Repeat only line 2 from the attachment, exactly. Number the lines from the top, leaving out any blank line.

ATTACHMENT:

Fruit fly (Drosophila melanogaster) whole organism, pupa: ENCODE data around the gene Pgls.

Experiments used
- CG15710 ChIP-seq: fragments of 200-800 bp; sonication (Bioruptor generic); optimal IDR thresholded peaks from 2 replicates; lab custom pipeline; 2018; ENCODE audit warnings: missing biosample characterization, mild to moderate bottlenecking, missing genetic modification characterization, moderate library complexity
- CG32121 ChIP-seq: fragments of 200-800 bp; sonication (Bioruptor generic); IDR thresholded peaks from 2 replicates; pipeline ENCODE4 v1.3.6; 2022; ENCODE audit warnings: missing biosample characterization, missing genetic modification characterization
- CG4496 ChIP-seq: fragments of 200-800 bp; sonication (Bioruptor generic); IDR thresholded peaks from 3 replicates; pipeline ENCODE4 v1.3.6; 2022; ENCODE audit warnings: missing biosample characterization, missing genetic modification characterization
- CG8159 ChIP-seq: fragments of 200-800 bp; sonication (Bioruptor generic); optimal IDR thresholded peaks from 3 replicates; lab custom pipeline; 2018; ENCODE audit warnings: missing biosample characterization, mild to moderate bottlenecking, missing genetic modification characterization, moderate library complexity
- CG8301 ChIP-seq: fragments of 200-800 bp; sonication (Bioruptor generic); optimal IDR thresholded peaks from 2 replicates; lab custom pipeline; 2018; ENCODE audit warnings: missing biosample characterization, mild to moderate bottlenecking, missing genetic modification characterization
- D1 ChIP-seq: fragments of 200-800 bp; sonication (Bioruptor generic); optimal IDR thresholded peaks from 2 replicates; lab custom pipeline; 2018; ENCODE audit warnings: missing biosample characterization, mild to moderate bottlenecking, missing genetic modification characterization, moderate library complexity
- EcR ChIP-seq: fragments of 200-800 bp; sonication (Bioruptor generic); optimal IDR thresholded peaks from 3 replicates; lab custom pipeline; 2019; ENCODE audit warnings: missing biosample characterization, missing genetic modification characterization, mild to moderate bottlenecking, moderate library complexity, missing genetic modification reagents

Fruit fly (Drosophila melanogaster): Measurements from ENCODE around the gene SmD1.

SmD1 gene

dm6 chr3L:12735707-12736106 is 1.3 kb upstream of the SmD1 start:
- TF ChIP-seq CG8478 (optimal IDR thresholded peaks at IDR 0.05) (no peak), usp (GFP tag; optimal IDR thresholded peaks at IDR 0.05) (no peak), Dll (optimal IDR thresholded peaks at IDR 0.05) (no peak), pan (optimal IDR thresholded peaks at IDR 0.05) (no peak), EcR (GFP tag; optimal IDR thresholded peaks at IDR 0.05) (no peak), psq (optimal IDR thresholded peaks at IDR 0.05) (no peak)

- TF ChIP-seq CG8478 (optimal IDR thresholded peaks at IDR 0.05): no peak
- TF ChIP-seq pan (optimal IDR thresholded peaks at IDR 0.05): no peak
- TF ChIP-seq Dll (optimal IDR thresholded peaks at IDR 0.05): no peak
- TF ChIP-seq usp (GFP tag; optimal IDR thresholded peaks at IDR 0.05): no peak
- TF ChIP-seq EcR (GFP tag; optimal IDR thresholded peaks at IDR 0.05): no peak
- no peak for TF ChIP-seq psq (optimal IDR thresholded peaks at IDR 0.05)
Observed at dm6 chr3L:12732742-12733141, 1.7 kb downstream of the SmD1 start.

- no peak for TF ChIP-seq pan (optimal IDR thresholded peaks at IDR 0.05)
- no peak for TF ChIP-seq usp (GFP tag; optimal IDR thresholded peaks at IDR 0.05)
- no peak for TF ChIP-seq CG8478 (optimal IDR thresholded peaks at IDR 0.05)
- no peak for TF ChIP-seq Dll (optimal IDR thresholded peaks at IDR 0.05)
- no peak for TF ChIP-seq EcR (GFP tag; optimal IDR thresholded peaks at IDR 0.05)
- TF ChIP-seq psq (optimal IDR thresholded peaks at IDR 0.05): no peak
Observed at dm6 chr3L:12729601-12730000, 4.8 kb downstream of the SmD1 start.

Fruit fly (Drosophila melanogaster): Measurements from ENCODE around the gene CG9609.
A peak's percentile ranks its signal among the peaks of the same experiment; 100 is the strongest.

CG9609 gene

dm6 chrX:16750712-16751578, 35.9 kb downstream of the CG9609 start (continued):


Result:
Experiments used